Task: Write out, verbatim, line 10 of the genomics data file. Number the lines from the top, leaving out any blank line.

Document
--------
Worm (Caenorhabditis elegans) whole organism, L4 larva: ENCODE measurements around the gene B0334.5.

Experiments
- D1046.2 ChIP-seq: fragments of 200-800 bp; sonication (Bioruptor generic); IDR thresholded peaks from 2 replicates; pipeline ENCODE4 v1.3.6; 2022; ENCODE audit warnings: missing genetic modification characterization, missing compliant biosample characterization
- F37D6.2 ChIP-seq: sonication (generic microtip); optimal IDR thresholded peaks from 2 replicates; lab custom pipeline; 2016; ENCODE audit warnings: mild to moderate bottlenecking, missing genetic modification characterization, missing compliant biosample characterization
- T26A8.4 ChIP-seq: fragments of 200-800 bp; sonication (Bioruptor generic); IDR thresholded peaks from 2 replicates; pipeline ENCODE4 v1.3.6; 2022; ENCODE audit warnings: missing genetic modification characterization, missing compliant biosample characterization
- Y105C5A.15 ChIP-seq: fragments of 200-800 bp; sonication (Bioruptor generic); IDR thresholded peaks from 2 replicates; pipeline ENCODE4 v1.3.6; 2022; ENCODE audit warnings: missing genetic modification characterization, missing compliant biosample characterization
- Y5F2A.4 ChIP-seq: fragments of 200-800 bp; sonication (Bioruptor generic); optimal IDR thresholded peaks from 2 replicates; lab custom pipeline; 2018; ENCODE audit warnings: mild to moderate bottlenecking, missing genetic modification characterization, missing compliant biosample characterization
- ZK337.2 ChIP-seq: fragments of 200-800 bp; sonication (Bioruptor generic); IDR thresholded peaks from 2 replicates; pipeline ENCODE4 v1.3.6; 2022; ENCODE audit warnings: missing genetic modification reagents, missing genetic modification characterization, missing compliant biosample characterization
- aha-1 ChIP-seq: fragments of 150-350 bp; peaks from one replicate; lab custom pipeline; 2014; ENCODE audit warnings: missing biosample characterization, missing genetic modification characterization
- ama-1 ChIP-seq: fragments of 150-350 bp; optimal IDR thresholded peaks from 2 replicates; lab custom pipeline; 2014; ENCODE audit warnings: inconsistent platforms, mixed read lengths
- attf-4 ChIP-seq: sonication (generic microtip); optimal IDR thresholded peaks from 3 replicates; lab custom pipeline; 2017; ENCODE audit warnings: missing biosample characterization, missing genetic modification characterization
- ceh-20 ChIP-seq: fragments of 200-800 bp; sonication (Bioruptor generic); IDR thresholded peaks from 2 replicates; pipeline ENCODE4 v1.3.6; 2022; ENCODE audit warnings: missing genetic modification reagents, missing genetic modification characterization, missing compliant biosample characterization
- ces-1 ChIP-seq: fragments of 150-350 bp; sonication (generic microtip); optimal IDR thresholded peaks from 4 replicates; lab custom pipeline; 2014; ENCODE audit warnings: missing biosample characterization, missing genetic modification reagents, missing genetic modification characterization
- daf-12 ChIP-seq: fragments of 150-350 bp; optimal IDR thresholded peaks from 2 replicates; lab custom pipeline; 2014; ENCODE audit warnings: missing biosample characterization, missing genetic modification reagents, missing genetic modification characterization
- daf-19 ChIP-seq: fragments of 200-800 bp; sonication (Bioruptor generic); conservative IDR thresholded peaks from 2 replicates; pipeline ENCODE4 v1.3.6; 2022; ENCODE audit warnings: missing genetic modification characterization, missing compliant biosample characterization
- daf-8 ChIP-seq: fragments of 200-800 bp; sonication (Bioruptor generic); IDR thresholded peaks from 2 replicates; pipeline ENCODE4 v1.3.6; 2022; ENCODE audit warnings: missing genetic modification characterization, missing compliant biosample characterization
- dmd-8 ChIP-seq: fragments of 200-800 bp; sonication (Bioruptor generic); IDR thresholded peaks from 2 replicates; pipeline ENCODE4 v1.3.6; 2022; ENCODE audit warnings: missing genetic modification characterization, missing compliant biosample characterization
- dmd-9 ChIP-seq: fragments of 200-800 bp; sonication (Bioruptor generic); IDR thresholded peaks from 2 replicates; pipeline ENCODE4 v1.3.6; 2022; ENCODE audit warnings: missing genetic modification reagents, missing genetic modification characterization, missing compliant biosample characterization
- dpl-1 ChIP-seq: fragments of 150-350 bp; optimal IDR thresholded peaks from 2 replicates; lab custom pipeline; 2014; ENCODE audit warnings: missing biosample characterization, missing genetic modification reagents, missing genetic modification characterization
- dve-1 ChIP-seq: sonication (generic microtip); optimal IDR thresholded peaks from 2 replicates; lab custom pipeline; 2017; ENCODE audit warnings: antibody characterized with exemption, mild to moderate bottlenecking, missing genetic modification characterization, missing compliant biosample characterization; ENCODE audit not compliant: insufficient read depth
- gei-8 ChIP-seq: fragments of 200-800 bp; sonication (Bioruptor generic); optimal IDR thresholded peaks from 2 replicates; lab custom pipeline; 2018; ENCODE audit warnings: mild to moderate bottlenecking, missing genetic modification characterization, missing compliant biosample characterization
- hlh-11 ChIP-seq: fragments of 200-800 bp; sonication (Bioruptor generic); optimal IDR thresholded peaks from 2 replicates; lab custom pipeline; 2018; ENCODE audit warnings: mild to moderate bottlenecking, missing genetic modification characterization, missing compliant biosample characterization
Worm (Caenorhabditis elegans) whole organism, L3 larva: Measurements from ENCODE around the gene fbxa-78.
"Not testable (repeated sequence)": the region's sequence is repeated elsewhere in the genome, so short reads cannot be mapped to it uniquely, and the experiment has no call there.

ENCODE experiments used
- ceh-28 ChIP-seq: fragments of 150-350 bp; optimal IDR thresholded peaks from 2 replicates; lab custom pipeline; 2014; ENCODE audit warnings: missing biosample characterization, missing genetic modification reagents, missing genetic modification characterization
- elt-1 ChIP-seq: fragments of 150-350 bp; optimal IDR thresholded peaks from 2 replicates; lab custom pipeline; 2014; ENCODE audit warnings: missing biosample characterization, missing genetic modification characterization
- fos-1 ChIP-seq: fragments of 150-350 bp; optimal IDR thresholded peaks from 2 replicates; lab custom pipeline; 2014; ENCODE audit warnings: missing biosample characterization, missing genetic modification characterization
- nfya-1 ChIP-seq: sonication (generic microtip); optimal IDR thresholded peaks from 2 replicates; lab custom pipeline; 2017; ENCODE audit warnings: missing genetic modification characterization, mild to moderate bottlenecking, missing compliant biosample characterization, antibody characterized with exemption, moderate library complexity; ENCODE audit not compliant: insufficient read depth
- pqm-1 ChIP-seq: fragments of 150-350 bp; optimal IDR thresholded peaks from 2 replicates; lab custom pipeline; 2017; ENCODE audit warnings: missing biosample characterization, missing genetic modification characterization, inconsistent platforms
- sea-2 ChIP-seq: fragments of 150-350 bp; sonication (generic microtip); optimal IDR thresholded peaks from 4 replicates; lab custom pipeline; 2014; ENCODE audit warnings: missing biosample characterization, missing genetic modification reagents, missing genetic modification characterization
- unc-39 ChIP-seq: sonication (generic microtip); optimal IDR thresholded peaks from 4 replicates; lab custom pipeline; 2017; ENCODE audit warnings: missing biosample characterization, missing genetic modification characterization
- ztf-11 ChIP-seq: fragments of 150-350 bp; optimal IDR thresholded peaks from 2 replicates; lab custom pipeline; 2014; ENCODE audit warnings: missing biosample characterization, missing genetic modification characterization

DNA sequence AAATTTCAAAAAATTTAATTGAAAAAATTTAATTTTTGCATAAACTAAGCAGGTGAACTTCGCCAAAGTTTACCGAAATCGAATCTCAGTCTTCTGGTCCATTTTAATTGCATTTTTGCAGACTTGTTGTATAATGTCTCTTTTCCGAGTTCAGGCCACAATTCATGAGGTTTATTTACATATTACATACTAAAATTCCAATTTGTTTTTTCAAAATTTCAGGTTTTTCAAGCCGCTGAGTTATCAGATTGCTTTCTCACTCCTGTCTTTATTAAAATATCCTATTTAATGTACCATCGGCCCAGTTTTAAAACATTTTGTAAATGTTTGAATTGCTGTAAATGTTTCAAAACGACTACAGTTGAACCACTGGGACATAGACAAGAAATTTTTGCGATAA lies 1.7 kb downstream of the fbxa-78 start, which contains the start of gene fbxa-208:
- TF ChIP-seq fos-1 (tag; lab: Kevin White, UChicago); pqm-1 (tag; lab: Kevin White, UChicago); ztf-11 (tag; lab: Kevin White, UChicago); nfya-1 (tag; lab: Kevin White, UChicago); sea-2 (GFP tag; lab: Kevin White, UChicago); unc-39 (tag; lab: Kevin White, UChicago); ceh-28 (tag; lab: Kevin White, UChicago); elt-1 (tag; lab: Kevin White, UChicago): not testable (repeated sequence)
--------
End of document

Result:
- ama-1 ChIP-seq: fragments of 150-350 bp; optimal IDR thresholded peaks from 2 replicates; lab custom pipeline; 2014; ENCODE audit warnings: inconsistent platforms, mixed read lengths